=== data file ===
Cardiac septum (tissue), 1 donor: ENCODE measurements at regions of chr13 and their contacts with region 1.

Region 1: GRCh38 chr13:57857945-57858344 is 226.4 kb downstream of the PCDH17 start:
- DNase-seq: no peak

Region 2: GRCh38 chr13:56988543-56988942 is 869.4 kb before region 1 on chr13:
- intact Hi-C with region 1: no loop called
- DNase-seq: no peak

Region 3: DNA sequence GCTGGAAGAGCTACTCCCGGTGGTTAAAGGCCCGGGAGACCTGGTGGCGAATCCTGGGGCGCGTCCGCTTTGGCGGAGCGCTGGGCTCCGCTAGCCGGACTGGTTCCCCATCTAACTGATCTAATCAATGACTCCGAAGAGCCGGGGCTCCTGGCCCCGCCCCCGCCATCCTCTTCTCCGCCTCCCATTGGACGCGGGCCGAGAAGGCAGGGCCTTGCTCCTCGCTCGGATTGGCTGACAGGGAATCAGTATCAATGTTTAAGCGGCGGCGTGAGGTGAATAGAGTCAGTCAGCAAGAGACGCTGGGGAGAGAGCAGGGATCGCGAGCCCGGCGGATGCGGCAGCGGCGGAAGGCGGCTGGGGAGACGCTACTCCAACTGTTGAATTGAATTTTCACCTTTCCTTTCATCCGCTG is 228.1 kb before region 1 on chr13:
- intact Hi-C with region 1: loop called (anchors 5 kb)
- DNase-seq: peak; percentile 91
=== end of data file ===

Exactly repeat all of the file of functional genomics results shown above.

Cardiac septum (tissue), 1 donor: ENCODE measurements at regions of chr13 and their contacts with region 1.

Region 1: GRCh38 chr13:57857945-57858344 is 226.4 kb downstream of the PCDH17 start:
- DNase-seq: no peak

Region 2: GRCh38 chr13:56988543-56988942 is 869.4 kb before region 1 on chr13:
- intact Hi-C with region 1: no loop called
- DNase-seq: no peak

Region 3: DNA sequence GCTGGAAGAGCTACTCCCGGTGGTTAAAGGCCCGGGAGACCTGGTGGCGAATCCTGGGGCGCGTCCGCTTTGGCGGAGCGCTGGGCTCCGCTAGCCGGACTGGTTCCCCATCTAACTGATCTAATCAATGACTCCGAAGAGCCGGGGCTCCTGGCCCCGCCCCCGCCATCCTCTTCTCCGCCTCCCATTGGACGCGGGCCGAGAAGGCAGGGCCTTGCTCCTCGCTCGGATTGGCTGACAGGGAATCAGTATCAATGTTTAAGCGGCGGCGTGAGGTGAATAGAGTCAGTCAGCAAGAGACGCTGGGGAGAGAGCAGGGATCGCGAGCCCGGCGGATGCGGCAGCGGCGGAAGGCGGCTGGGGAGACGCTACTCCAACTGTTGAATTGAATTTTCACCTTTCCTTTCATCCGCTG is 228.1 kb before region 1 on chr13:
- intact Hi-C with region 1: loop called (anchors 5 kb)
- DNase-seq: peak; percentile 91